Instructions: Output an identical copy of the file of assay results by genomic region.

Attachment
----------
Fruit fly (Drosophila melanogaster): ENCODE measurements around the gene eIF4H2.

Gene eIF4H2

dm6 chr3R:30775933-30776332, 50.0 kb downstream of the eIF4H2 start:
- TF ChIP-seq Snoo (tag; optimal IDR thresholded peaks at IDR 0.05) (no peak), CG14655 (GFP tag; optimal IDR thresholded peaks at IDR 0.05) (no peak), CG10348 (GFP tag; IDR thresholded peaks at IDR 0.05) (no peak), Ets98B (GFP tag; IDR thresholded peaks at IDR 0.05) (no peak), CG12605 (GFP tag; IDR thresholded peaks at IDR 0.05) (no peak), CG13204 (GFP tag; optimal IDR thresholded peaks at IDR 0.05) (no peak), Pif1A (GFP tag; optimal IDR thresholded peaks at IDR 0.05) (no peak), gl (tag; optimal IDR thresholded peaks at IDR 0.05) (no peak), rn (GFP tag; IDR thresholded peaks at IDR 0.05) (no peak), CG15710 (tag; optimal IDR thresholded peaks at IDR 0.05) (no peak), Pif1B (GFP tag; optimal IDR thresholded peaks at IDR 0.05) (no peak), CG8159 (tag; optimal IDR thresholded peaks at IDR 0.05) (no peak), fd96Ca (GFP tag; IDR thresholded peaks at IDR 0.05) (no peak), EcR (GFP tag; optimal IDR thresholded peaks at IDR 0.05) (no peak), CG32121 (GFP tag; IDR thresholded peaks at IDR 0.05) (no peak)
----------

Fruit fly (Drosophila melanogaster): ENCODE measurements around the gene eIF4H2.

Gene eIF4H2

dm6 chr3R:30775933-30776332, 50.0 kb downstream of the eIF4H2 start:
- TF ChIP-seq Snoo (tag; optimal IDR thresholded peaks at IDR 0.05) (no peak), CG14655 (GFP tag; optimal IDR thresholded peaks at IDR 0.05) (no peak), CG10348 (GFP tag; IDR thresholded peaks at IDR 0.05) (no peak), Ets98B (GFP tag; IDR thresholded peaks at IDR 0.05) (no peak), CG12605 (GFP tag; IDR thresholded peaks at IDR 0.05) (no peak), CG13204 (GFP tag; optimal IDR thresholded peaks at IDR 0.05) (no peak), Pif1A (GFP tag; optimal IDR thresholded peaks at IDR 0.05) (no peak), gl (tag; optimal IDR thresholded peaks at IDR 0.05) (no peak), rn (GFP tag; IDR thresholded peaks at IDR 0.05) (no peak), CG15710 (tag; optimal IDR thresholded peaks at IDR 0.05) (no peak), Pif1B (GFP tag; optimal IDR thresholded peaks at IDR 0.05) (no peak), CG8159 (tag; optimal IDR thresholded peaks at IDR 0.05) (no peak), fd96Ca (GFP tag; IDR thresholded peaks at IDR 0.05) (no peak), EcR (GFP tag; optimal IDR thresholded peaks at IDR 0.05) (no peak), CG32121 (GFP tag; IDR thresholded peaks at IDR 0.05) (no peak)